At some point, the music that’s been playing loses its hypnotic hold over you. The same old notes you’ve been dancing to for all this time no longer slide straight down to your legs and make you jump around on command. They stick in your ear and you have to keep smiling and dancing the same way so no one notices you’ve changed.
But inside, to yourself, you ask yourself, “Is this what I’ve been letting into my core? Is this what those punk musicians have been selling me?” All the while, still shuffling and capering about, smiling and nodding, while an unseen audience sometimes throws peanuts at you, sometimes shit. (If the peanuts don’t get covered in the shit, then you can eat them and keep your energy up, so you think they’re a reward for a job well-done. But you’re never sure. Your unseen audience isn’t very talkative.)
The notes now jangling and buzzing in your ear. Your head vibrating, unpredictably, sporadically as they try to get to your feet. Or to get out.
Time to try some new dance steps. But no one ever showed you how. Welcome to the human race, chump. God bless you.
The dark wet cold night. Not enough rain to need an umbrella, just enough to make you miserable. The cab driver takes the long way around to ensure maximum revenue and you can’t really say a goddamn thing. All the transit went to sleep before they turned back into pumpkins and here you are, bouncing and jostling in the back seat of an almond-scented cab.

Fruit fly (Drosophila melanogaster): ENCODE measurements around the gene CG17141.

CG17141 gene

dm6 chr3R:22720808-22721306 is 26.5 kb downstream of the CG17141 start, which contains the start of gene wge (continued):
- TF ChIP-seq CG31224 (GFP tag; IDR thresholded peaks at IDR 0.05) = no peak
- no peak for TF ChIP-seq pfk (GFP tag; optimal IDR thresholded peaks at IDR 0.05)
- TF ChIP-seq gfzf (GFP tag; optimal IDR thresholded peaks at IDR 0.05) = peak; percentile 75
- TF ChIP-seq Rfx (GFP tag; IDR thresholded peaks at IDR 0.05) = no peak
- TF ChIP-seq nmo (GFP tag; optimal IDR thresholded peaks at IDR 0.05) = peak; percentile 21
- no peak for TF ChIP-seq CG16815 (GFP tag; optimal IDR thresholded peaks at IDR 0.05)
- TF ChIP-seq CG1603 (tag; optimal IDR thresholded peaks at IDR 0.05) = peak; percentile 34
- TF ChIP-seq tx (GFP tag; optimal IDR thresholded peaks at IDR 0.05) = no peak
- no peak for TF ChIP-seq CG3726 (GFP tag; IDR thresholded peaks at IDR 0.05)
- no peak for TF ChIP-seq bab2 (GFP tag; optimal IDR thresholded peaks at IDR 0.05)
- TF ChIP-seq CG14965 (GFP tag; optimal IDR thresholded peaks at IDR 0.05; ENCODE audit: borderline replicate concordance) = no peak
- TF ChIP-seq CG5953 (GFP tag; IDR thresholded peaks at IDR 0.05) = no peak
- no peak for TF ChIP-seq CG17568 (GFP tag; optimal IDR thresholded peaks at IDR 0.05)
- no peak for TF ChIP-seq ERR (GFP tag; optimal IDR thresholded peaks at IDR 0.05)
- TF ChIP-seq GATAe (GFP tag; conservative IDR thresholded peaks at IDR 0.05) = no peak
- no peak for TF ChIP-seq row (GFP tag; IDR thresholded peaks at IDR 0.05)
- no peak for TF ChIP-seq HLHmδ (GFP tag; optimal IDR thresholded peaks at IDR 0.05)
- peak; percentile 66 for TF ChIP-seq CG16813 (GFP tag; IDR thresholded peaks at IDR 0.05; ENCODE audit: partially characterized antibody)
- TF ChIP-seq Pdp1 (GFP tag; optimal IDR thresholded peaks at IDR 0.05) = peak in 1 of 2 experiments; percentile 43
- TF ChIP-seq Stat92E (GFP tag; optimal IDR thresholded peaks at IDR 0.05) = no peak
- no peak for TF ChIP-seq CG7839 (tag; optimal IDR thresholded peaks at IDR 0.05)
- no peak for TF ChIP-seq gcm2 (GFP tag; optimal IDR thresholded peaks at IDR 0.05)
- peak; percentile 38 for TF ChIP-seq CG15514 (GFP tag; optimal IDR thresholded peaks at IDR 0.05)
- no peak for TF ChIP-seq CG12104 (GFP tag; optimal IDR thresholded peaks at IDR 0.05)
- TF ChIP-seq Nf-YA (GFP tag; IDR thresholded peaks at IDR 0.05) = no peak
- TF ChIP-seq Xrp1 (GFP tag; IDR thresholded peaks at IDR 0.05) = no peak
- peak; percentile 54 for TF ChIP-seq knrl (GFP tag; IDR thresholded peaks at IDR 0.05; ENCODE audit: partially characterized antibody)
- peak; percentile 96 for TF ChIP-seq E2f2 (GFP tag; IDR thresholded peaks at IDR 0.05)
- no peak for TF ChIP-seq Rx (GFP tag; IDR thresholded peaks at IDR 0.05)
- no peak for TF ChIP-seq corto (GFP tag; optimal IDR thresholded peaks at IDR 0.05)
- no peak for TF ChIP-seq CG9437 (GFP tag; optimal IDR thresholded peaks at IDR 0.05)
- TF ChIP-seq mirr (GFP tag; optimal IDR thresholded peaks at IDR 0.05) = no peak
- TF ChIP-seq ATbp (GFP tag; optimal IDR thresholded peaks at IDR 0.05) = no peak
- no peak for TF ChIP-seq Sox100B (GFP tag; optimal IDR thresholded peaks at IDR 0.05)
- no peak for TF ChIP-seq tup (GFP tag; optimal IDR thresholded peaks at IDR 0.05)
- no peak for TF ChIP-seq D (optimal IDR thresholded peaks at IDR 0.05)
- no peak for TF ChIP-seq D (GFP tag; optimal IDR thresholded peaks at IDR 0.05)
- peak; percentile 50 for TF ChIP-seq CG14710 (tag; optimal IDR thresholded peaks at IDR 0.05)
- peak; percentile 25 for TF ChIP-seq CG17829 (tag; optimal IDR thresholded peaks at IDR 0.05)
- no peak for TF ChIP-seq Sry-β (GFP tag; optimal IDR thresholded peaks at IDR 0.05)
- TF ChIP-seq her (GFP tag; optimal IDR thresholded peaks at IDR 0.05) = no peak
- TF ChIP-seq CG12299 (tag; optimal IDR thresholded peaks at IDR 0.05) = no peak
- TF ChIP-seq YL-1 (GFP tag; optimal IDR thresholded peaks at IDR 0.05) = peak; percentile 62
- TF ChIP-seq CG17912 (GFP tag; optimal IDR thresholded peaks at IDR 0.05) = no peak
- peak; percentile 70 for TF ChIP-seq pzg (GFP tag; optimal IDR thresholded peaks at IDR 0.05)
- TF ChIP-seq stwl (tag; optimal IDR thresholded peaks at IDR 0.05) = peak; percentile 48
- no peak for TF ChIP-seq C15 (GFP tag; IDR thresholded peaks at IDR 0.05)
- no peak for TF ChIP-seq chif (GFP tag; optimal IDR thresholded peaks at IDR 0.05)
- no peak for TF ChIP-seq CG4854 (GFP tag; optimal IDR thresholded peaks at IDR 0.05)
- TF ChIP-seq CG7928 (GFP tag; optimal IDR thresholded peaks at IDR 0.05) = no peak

Sleep won’t come, and so you smile inside and out when you escape into the smog-tinted air and see that, even though it’s nearly midnight, the sushi place across the road is still open. This is both your blessing and curse, that this appeals to you more than the vine-covered suburban cottage where the only thing open after 11 is the 24 hour coffee place. But better to be walking, and rained on, than stay there all night and have the boredom of eight foreign languages floating past your ears while their coffee coats your tongue with the bitterness of too much life spent in this suburban hell.
So you walk down Yonge Street, the annoying rain not quite soaking you and not leaving you dry while you drink in the neon signs and the darkened windows. You marvel at the number of Korean restaurants still open. Do you marvel because they’re Korean, or because they’re still open?
The subway is closed, the tracks being maintained, so you walk and feel the rain and air baptize you back into the city as you walk finally to the bus stop to catch the shuttle bus that will take you closer to south and your heart and further away from north and your sorrow.
Makes the start much more smooth. Now to see how long the meanness lasts…I think it will turn back into a comedy at some point. I think.